In December 2016, Belgium adopted a law to improve compensation for potential victims of a nuclear incident. This law aims to ensure Belgium's compliance with the amended Paris Convention on nuclear third party liability from the moment the Convention enters into force. Under the Belgian law, the liable nuclear operator would have to compensate victims up to €1.2 billion for up to 30 years after a nuclear incident occurred. The compensation would cover injuries to persons and property damage, as well as environmental damage, economic losses and the cost of preventive measures taken by the Belgian State in the aftermath of an incident.
Nuclear operators are obliged to financially secure their liability towards victims. They do so mostly by taking insurance on the private insurance market. However, it is expected that some nuclear damages covered by the amended Paris Convention cannot be covered by the nuclear insurance market. Belgium will put in place a state guarantee scheme to cover those nuclear damages that cannot be covered by private insurance. Under this scheme, the nuclear operator will pay an annual premium to benefit from the state guarantee. In case a nuclear incident occurs and if the state guarantee is called, the nuclear operator would however remain liable for nuclear damages and the State could then recover the amounts paid under the guarantee from the nuclear operator.
In March 2017, Belgium notified this measure to the Commission for assessment under EU state aid rules. Under the EU Treaties, Member States are free to determine their energy mix and have the choice to invest in nuclear technology. The Commission's role is to ensure that when public funds are used to support companies, this is done in line with EU state aid rules, which aim to preserve competition in the Single Market.
The Commission found that, in the case of Belgium, the premium to be paid by the nuclear operators to benefit from the state guarantee was set at such a level that it will not give them an economic advantage. The Commission also found that the premium is expensive enough to avoid crowding out the private insurance market – there are sufficient incentives for private players to develop competitive offers to replace the need for the State guarantee.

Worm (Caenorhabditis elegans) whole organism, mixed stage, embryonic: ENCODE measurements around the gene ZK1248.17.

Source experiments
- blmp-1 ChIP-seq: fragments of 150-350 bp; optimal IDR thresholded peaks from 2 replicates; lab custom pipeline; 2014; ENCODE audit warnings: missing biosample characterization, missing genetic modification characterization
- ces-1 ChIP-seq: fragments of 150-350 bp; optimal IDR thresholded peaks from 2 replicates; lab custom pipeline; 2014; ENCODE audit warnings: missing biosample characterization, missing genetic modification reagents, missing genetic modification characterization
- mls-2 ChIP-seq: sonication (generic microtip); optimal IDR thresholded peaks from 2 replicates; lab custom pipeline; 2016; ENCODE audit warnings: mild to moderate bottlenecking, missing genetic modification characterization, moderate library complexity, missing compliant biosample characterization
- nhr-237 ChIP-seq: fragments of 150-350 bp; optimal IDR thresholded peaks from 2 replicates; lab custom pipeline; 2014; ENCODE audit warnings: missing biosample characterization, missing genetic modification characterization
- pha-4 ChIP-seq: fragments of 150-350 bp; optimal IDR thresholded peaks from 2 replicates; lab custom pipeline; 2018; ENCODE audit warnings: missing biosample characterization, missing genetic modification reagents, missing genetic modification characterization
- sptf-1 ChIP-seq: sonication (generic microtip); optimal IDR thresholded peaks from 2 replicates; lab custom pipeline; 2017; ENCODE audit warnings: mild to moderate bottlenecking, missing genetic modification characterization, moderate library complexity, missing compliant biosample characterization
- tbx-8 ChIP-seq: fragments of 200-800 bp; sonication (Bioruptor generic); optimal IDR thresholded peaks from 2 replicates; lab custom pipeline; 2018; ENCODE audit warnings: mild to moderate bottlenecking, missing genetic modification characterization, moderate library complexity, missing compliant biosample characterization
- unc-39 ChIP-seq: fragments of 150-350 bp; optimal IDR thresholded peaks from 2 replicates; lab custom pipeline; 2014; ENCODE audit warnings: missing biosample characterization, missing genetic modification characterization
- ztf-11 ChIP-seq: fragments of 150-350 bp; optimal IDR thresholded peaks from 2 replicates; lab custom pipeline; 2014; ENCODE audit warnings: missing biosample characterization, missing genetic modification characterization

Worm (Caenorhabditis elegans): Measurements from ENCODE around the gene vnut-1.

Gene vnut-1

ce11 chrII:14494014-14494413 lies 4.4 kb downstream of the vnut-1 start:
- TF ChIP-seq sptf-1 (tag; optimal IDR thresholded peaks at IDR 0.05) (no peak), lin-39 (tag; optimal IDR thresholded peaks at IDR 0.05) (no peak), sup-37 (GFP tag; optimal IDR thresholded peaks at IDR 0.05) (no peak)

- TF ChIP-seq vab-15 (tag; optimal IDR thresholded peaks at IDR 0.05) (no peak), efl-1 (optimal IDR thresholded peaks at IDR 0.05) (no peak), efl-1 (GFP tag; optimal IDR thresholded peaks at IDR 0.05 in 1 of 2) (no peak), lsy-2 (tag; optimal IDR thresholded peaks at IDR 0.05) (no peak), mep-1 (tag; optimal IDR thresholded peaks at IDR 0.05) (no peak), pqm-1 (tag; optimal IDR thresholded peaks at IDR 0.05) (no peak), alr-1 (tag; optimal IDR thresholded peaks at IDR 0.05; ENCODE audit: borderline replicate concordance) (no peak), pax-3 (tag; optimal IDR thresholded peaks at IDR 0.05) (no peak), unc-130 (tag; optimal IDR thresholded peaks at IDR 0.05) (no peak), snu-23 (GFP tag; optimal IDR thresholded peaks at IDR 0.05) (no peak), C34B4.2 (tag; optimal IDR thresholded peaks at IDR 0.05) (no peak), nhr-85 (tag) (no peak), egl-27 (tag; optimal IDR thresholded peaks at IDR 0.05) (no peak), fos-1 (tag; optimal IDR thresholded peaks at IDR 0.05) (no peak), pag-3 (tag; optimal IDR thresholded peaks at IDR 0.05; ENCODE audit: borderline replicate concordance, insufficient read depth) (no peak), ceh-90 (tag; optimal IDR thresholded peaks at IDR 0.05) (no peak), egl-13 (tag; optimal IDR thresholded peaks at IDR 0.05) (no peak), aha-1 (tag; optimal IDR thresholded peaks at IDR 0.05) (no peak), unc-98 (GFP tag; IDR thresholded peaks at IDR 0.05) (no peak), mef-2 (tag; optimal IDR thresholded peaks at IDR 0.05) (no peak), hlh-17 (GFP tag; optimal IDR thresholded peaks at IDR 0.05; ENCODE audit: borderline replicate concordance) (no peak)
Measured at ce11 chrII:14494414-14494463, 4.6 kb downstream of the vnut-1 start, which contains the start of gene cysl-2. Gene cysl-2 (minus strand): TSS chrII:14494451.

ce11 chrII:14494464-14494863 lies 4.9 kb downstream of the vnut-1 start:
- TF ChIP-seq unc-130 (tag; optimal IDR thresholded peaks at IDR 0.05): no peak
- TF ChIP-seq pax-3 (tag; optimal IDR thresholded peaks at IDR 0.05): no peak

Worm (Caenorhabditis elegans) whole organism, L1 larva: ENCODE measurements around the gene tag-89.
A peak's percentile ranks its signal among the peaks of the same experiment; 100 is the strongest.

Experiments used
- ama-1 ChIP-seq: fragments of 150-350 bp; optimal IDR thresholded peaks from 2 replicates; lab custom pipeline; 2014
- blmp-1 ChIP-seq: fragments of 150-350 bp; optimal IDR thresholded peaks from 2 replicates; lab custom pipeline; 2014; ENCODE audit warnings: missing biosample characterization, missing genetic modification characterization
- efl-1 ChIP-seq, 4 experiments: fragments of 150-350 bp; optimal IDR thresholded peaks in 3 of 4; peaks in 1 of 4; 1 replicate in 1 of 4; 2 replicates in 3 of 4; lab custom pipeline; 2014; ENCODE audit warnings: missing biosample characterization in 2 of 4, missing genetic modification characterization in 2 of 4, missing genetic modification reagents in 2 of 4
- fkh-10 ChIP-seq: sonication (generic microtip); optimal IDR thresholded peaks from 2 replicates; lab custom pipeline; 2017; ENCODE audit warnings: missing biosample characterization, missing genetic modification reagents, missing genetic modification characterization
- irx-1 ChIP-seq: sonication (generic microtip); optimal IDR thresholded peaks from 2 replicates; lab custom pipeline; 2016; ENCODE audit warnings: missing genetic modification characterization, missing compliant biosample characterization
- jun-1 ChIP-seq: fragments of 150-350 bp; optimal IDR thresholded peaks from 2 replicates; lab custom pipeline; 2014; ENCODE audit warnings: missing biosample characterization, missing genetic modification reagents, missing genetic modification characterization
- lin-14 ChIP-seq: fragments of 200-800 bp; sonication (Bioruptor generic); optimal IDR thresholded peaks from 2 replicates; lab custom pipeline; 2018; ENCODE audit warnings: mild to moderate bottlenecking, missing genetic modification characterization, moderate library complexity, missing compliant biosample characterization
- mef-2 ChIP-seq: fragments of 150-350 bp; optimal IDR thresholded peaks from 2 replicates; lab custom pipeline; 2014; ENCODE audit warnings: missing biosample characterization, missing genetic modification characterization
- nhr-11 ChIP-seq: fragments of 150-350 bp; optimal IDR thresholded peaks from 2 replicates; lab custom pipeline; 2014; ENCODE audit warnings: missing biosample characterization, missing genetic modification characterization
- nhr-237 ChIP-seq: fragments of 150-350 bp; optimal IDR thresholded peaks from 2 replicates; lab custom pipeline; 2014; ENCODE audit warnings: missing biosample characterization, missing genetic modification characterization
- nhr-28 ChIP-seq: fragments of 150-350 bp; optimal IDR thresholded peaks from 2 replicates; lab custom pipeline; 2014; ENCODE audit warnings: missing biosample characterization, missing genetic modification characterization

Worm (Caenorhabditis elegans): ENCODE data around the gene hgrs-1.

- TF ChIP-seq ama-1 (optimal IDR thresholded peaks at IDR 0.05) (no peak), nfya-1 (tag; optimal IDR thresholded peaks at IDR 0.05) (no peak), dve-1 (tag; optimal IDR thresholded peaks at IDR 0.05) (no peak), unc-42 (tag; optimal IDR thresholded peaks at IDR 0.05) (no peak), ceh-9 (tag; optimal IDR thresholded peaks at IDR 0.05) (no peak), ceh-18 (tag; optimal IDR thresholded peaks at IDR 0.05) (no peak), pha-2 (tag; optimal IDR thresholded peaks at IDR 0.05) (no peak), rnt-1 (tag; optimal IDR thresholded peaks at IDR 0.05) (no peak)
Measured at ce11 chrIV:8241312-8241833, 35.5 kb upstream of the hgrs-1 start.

The Commission established that the Belgian state guarantee aims to improve compensation of victims of a nuclear incident, without granting any economic advantage to nuclear operators. In the absence of any advantage, the Commission concluded that the Belgian state guarantee does not involve state aid within the meaning of EU rules.
Like 12 other Member States of the European Union, Belgium is a signatory of the Paris Convention on nuclear third party liability. This Convention was amended in 2004 to increase the amounts of compensation and extend the scope of damages which can be compensated. The 2004 Amendment Protocol has not yet entered into force.
To prepare for its entry into force, Belgium is putting in place a state guarantee to cover those categories of nuclear damage which the nuclear insurance market has difficulties in covering. It is however expected that the entry into force of the Protocol will allow the private insurance market to develop also for these nuclear damages. There are sufficient incentives for private players to develop competitive offers to replace the need for the State guarantee, so that nuclear operators would eventually cover their entire liability on the private market.
The non-confidential version of the decision will be made available under the case number SA.46602 in the state aid register on the DG Competition website once any confidentiality issues have been resolved. The State Aid Weekly e-News lists new publications of state aid decisions on the internet and in the EU Official Journal.